SO my tale this week is of my humble attempts to bring a little Christmas joy into the life of my beloved.

I won't bore you with all the details except to say Mrs P has been struggling a bit with illness this year so we've decided once the whānau has come and gone and I've read the book I know I'll inevitably get for Christmas we're going to head up north for a few weeks in our little bus, figuring a change of scene might do some good.

Naturally Mrs P is in charge of provisions for the expedition — which basically means she gave me the shopping list and pointed me in the direction of Pak'nSave — while my job is to make the ship roadworthy and, perhaps more importantly for her, provide some interior comforts.

The main thing we needed was some sort of bed frame that can be lifted into a reclining position, say 25 degrees.


Now if I'm honest, when it came to the almighty handing out DIY skills I was most definitely somewhere in the middle of the queue marked "Keen Enthusiast".

Sometimes I'll do not too bad a job of it and other times I'll completely cock it up.
Like the time I built a shed and put the window in upside down (don't ask) or the time I fixed plasterboard on to the wall of a new bedroom only to discover I had covered the doorway and effectively sealed myself in.


Back to the matter at hand.

I needed to make a bed frame inside the bus. And it had to be made so it lifted up at one end with ease.

Now I am fortunate to have many golfing mates who are practical fellows and, as the beers were happily flowing the other night, various suggestions were tabled as to how I could complete this structure.

Sparkie Bruce decided an electric motor would do the trick. With the flick of a switch Mrs P would be swiftly elevated. Problem solved. Then some bright spark (forgive the electrical pun) said if the motor was too powerful Mrs P would not be elevated as much as catapulted into the side windows.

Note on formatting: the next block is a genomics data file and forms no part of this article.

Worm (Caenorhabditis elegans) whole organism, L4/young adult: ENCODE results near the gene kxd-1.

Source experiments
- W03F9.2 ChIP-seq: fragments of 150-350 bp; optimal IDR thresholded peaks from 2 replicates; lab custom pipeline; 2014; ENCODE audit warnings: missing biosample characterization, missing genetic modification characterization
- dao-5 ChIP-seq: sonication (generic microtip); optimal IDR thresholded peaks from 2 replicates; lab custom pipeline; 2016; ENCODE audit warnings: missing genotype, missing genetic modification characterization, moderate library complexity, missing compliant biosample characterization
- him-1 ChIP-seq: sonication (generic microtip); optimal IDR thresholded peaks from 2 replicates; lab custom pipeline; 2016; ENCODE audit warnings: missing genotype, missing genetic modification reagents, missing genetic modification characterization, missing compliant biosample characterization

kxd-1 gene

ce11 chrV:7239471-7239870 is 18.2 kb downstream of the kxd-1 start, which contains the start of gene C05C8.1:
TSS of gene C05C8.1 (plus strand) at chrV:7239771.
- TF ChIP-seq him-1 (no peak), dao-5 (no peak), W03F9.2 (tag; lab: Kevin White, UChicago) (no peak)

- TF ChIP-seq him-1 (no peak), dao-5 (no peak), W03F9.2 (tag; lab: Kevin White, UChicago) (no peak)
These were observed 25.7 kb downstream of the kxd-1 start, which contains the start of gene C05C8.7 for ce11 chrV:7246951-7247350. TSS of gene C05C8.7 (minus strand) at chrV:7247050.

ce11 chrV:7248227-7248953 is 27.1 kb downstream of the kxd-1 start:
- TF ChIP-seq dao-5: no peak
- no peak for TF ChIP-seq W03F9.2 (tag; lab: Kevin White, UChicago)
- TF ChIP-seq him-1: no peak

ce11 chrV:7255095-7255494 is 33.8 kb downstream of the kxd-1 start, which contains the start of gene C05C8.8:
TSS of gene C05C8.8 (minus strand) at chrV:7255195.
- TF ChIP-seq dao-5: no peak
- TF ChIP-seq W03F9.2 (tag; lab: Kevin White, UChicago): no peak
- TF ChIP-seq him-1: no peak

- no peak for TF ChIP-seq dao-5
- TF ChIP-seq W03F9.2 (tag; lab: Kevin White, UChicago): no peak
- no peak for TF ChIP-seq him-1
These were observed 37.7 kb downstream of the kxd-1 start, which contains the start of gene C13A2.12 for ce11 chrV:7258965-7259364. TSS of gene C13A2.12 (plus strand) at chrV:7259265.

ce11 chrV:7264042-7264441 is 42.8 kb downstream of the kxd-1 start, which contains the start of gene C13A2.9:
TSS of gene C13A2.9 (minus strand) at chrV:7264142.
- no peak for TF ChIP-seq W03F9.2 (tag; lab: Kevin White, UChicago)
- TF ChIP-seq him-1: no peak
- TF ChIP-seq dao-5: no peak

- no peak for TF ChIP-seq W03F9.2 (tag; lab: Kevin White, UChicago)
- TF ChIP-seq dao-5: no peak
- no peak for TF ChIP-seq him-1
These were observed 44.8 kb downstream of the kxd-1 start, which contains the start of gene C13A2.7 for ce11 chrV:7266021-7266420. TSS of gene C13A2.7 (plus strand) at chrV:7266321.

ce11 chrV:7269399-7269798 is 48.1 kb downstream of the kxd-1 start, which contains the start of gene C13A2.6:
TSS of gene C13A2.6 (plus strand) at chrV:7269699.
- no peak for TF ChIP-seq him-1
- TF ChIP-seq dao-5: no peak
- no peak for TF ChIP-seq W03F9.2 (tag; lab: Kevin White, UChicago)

So I put that idea on the back burner.


Then Bushman Bill said timber was the best option.

He'd simply cut me some chocks and, as required, I could simply lift up the bed frame with one hand and slip them under it with the other. Simple.

I had to agree it was.

The only thing is I'd need a certain amount of strength to perform such a Herculean task.

No problem for Bill. He's built like a proverbial brick ****house. I'm built like the latter half of that phrase.

And because my life is mostly spent sitting at a desk I'm probably more polystyrene than brick.

So I put that idea on the back burner too.

Fitness Freak thought a series of cables and pulleys like they have in all those fancy machines at his gym would work, with Mrs P effectively raising and lowering her bed like the drawbridge on a medieval castle.

While the idea had merit I could not stop thinking about a certain knight with, er, shall we say "amorous intentions" towards his damsel in distress finding himself on the wrong side of that drawbridge.

Needless to say after that thought the drawbridge plan also went on the back burner.
Luckily, as we were running out of ideas, the Scottish Plumber turned up.

Now he's known in our crowd as a man with the ability to think outside the square and he listened intently as I explained the situation.

Sick wife. Bus holiday etc etc. Needs bed to be elevated at top end.

He thought about it for a while, took a long pull on his beer, and then gave us his recommendation.

"Simple," he said.

"Park on a hill."

Kevin Page is a teller of tall tales with a firm belief too much serious news gives you frown lines. Feel free to share stories to He is taking a break and will resume on January 15 ... if Mrs P lets him.